Energizing Students for Greater Energy Savings

Abstract

Energy is the second largest expenditure in American schools. Managing energy use in a school setting is difficult without having students, faculty, and staff engaged and actively participating in a management program. Student energy teams promote energy savings and help students gain leadership skills along the way as they monitor light levels, temperatures, and electrical loads. By engaging students in your energy management program, you have hundreds of enthusiastic mini energy managers ready to help you identify things like broken water fountains, leaky doors or windows, inappropriate lighting use, vampire loads, and unwanted temperature variations within their own building. Students take ownership of their school and take better care of it while leading their peers to be conscientious users of energy. We will discuss the things you can have students help you accomplish and how to harness their boundless energy.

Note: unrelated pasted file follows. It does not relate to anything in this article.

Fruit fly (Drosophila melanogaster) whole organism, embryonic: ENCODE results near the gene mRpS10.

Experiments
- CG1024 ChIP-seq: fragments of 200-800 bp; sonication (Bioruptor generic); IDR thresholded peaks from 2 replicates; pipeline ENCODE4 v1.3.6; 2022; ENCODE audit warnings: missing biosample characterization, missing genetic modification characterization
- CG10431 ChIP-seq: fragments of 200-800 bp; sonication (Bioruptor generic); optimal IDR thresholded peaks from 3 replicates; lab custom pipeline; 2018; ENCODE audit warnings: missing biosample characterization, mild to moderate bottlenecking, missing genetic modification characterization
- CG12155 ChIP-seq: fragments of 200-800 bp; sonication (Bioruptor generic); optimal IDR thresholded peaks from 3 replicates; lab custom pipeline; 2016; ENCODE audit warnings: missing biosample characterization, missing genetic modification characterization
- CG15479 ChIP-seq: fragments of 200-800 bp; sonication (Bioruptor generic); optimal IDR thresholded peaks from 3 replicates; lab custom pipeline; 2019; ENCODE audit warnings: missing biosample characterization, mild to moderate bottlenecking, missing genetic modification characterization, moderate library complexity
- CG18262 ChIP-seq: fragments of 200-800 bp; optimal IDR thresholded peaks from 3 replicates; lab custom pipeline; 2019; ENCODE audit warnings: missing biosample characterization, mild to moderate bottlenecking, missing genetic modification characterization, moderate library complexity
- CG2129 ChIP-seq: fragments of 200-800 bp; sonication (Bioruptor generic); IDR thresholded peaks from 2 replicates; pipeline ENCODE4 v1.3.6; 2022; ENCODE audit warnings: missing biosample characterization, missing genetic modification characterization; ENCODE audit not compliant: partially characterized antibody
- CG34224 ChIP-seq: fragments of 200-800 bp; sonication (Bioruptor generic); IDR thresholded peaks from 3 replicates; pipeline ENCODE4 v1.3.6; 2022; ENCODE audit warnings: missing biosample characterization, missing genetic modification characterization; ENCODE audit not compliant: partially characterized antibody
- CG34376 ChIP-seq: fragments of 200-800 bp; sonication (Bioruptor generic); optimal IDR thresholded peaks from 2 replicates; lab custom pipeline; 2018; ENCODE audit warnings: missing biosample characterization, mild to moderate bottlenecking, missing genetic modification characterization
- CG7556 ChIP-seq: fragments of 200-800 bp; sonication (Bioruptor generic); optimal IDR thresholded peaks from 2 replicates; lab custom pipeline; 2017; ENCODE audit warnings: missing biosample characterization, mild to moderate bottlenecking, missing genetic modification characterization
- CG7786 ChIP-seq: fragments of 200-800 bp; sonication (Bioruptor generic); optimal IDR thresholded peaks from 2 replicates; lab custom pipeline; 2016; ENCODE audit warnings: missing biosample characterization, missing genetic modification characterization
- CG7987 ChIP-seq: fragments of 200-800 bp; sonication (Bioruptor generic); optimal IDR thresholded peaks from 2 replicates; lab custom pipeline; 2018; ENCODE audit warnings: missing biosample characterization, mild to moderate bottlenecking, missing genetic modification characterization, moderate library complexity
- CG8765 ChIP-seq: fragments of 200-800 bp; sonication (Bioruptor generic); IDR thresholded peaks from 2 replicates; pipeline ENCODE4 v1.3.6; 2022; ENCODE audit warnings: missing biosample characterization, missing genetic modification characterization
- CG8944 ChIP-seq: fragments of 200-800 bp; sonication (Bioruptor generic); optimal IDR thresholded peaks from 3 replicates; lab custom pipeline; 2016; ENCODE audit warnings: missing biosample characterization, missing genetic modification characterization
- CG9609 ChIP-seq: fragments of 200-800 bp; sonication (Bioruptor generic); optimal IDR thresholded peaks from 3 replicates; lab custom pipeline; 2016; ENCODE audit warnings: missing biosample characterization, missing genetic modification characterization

Speaker

Caryn Turrel, CEM

Program Associate

The National Energy Education Development Project

Caryn is a Curriculum and Training Associate with The NEED Project. Her role with NEED includes training teachers in K-12+ energy education and writing curriculum primarily in renewable energy sources and energy management.  In 2016 Caryn earned her current CEM status and uses this training to assist students and their teachers in basic energy audits of their school buildings. A graduate of Michigan Technological University and Indiana University, Caryn holds a B.S. in Biological Sciences and a M.S. in Secondary Curriculum. She joined NEED after many years teaching chemistry and physics at the secondary level. Married to Jeff Kabzinski, Caryn and Jeff have three grown children:  Meghan, Ben, and Elizabeth. Caryn resides in central Indiana but as a native Michigander considers herself a Michigander-Hoosier hybrid.